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From Universal Edit Button

Revision as of 19:30, 20 June 2008 by StevenWalling (Talk | contribs)
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Unimplemented suggestions

Universal edit and save button

It would be really nice to have the button be able to save the page too, once you used it to open the edit window. Is the technical capacity to have it link to edit and save too difficult? This suggestion kind of goes along with the one below, except that I disagree that the button should disappear once you've clicked it and opened the edit window. StevenWalling 19:08, 20 June 2008 (UTC)

Edit button changed when on edit page

When the edit page is already opened the button should ideally change to either be disabled (or else the current changes are lost if the user clicks the button again) or changed into 'save changes' button.

Additional Image Ideas

  • One simple idea would be to create an icon that is more representative of an "electronic" or "online" era rather than using the traditional "pencil" icon which represents a "paper" era. A suggestion would be to have an icon showing a few keys on a keyboard with the Enter key (showing the arrow <--) depressed. Color scheme I'm unsure of, but it might be one way of showing the action for "edit" rather than a pencil writing on a page. I realize that the pencil is pretty standard for editing something across many applications and on the Web, but it's just an idea.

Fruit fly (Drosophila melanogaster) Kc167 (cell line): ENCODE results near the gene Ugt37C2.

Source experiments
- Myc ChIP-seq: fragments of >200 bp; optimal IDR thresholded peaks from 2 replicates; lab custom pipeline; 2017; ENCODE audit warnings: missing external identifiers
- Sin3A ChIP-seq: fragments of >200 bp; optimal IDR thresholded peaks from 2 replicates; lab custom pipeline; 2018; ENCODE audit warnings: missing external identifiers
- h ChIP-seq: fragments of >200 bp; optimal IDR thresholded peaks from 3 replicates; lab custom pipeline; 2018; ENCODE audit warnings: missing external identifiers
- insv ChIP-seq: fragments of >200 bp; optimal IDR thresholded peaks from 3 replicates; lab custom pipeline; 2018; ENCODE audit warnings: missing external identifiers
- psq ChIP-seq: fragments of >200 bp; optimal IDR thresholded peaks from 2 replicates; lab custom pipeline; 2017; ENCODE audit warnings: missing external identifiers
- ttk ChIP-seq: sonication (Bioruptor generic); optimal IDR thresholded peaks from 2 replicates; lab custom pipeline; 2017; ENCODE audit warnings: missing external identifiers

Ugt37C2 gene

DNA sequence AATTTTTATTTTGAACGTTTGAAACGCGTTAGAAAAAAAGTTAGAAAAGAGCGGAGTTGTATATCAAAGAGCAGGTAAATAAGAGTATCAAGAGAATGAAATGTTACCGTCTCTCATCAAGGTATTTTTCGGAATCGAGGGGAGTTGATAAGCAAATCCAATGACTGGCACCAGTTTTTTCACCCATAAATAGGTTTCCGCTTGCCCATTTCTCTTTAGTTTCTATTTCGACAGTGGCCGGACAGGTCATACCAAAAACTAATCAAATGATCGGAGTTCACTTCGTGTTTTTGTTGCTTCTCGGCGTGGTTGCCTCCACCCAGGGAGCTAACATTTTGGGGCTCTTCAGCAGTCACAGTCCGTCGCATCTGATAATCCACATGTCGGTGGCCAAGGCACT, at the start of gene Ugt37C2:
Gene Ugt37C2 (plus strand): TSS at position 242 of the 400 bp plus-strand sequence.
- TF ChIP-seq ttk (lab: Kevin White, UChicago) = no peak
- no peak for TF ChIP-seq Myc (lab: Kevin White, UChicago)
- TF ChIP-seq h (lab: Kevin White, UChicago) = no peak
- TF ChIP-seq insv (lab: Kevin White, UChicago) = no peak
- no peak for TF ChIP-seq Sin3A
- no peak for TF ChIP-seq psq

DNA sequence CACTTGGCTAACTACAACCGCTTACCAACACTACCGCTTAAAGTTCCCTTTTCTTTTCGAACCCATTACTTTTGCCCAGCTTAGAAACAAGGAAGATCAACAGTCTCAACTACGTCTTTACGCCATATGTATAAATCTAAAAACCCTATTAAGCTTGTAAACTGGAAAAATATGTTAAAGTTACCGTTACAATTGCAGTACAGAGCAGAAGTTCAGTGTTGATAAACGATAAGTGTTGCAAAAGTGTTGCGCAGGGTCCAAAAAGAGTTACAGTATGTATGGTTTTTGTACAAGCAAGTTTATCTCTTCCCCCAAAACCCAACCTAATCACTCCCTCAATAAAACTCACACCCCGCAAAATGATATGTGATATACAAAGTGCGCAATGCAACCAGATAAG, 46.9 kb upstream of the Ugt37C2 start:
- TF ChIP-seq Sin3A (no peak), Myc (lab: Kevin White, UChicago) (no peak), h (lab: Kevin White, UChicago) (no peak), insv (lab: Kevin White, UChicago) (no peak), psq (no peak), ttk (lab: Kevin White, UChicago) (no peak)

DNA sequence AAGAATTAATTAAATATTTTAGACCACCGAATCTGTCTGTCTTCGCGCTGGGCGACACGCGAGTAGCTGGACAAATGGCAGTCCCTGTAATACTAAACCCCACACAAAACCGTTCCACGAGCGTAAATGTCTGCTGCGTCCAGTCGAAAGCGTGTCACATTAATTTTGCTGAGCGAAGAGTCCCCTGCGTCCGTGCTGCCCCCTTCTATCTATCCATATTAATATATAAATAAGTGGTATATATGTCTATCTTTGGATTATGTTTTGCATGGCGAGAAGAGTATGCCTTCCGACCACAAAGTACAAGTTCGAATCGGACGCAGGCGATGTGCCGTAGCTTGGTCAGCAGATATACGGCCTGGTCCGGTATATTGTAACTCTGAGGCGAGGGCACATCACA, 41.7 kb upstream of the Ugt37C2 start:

• the logo for this wiki represents about 3/4 the ideas we had during the last 15 months of talking about this idea. We look forward to fresh ideas and designs! :-) MarkDilley
      • I would like to think in a completely opposite direction: a symbol that isn't tied to any anachronistic technology or cultural paradigm, whether it's the analog or the digital. My favorite thought so far is a hand (maybe like the one in this sketch of ideas). A symbol that doesn't have to do with technology, but which simply says that this is a "hands on" website fits the bill for me. Universality is a big goal here in terms of a symbol, and it doesn't get much more universal than a hand... StevenWalling 19:30, 20 June 2008 (UTC)

Rename the Firefox Add-on...

...from wiki auto-discovery button to Universal Edit Button

The rel and/or type should be...

(Right now we're using rel="link" and type="application/x-wiki" - which would become "application/wiki" once we register whatever we settle on. When we're settled, see http://www.iana.org/cgi-bin/mediatypes.pl to begin that process.)

To fit better with the defined purpose of the link tag and its attributes, I think a better way to format the edit link would be like this:

<link rel="edit" type="text/html" title="Edit this page!" href="wiki?edit=WelcomeVisitors"/>

The content-type of the response is text/html typically, and the relationship of the link to the current page is that you're going to edit it. --Mryall 23:57, 19 June 2008 (UTC)

I'm wondering about application/x-wiki & application/wiki, on two levels. One is again reluctance to label this as being inherently wiki-related.